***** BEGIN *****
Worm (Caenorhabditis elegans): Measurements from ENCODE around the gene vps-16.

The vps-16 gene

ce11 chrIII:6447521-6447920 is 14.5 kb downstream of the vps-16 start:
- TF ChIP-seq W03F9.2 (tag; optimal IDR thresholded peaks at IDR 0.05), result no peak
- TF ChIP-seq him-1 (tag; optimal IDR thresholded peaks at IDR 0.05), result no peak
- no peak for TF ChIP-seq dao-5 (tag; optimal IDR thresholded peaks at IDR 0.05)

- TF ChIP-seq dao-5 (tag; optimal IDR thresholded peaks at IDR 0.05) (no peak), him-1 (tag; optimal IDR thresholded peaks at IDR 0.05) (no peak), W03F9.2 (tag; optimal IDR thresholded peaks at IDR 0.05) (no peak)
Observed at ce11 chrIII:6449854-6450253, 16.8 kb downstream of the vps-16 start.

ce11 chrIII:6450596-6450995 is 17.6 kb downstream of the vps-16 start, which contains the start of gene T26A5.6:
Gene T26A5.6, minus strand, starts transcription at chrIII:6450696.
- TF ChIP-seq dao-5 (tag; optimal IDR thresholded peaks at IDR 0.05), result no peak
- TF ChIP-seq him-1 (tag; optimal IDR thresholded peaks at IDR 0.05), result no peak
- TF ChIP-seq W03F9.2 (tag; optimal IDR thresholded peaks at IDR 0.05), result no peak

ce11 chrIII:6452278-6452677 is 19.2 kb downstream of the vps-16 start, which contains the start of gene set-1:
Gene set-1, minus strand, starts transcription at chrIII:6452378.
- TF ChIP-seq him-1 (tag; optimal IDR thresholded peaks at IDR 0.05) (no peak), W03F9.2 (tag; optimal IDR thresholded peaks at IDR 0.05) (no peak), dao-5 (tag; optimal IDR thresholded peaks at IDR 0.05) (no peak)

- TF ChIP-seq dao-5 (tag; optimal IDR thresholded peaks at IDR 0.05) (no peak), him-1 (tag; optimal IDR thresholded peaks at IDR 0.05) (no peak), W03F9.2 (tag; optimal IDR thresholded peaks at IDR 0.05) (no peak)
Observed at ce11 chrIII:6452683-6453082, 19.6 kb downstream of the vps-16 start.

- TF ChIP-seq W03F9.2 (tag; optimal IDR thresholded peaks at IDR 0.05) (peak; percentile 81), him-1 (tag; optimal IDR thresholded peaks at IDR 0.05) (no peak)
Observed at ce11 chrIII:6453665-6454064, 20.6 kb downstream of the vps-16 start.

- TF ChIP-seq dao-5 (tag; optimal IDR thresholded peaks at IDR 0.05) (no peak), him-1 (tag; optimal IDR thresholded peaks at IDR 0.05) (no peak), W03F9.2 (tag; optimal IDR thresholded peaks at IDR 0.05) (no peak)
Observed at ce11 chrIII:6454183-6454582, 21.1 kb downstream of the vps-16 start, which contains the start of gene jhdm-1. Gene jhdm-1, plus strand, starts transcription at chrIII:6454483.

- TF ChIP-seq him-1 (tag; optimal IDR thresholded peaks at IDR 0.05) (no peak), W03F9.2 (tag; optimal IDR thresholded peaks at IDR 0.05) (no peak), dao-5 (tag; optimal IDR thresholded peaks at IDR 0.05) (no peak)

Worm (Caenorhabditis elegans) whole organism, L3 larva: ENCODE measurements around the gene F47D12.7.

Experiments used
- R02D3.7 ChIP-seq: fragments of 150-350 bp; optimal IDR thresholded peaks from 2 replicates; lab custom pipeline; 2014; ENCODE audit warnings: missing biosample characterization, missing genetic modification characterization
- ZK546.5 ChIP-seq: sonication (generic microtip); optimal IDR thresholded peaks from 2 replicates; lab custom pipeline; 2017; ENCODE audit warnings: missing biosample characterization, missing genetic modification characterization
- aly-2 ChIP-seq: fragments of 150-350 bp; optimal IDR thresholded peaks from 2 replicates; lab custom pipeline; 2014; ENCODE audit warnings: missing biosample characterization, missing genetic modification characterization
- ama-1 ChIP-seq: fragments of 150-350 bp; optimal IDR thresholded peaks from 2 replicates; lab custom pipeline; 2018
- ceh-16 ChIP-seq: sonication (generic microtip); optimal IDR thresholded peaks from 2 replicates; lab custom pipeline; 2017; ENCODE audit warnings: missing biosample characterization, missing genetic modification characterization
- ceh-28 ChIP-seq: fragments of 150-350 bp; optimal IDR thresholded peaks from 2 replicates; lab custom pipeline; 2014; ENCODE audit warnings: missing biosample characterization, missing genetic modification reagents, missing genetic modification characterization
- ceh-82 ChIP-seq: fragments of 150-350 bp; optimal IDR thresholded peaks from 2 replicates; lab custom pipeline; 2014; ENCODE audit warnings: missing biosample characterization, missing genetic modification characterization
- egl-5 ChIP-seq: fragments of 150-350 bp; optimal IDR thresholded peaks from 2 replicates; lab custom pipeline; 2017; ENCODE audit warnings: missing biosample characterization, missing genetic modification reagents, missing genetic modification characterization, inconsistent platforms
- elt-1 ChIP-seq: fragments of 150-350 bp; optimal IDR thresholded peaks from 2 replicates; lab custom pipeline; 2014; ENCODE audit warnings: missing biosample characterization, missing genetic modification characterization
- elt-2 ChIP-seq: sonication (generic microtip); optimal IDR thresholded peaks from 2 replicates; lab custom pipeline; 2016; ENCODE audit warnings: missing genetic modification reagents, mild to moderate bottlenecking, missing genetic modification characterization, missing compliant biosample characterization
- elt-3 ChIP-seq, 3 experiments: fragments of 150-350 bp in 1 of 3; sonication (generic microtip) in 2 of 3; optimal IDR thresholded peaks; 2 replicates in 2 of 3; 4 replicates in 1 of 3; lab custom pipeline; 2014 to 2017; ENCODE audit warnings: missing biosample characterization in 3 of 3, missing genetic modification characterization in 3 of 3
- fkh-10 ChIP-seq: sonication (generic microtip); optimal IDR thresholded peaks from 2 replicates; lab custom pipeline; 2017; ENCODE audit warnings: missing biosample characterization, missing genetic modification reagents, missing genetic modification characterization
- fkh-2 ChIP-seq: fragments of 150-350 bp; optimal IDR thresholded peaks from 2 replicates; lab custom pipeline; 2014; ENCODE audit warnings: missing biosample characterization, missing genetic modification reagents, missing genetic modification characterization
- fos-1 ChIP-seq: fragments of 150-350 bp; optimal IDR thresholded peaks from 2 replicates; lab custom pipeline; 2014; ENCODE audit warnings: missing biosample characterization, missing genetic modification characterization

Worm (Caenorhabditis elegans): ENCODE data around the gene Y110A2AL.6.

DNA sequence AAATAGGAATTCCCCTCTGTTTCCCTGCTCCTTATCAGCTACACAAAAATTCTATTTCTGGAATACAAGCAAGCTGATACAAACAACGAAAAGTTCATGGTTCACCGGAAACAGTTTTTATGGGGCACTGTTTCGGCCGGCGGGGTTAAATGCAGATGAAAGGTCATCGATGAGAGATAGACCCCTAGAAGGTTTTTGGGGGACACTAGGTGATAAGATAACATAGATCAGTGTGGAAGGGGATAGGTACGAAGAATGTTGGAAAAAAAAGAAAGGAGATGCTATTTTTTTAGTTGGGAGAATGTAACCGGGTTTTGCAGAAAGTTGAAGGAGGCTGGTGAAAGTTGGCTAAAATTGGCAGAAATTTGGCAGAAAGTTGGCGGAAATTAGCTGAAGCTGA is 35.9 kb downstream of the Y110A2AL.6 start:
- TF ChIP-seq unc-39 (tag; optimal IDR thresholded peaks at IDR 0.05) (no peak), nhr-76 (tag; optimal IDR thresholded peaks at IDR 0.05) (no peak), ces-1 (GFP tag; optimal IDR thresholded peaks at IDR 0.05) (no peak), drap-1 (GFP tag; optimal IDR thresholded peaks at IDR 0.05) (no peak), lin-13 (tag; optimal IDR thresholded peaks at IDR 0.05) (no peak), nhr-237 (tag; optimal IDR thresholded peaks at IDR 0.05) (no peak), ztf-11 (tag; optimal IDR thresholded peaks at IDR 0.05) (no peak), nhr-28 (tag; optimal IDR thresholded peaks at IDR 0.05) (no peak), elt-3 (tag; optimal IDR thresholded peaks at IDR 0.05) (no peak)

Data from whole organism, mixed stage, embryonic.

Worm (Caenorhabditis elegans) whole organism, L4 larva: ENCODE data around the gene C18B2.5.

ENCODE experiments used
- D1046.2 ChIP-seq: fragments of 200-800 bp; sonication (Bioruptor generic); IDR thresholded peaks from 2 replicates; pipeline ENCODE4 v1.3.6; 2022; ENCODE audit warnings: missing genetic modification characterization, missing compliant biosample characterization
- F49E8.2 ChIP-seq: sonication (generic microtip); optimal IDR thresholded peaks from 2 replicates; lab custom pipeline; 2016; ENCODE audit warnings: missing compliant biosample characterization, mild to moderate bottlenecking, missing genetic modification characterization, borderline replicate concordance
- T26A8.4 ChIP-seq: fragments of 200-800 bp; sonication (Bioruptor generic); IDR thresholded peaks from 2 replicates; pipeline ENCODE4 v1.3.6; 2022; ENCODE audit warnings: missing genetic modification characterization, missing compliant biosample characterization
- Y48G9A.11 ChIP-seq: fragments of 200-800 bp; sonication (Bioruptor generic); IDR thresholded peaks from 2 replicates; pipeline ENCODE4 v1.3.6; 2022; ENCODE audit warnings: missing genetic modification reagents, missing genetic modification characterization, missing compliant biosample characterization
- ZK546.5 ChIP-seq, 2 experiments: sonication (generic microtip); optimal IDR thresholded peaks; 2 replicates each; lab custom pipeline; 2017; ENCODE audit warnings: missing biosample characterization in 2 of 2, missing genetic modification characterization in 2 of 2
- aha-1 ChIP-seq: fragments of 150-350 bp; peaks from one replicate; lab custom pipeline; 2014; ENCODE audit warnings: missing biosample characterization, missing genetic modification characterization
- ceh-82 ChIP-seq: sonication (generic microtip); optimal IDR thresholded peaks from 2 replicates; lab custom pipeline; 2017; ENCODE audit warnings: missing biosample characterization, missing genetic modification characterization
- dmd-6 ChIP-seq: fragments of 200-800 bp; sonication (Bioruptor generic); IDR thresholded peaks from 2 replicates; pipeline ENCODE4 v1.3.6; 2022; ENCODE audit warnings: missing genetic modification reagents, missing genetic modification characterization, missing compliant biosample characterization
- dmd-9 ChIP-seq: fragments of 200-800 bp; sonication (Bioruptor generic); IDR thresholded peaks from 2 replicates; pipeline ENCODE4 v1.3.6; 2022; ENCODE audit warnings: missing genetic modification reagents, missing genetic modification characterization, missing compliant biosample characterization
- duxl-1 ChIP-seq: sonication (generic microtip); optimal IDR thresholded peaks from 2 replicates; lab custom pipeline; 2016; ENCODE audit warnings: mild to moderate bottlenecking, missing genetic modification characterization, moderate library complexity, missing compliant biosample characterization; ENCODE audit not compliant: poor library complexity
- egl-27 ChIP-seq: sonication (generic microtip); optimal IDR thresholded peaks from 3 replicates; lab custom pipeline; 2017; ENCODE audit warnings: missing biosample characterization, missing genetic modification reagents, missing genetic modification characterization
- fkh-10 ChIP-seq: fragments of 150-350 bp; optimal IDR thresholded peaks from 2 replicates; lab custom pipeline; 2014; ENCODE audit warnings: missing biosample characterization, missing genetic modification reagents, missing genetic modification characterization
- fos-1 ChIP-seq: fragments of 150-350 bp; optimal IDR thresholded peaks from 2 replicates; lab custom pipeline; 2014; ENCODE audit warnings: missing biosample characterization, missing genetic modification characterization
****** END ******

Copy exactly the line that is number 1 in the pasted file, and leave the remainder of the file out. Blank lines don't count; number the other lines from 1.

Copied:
Worm (Caenorhabditis elegans): Measurements from ENCODE around the gene vps-16.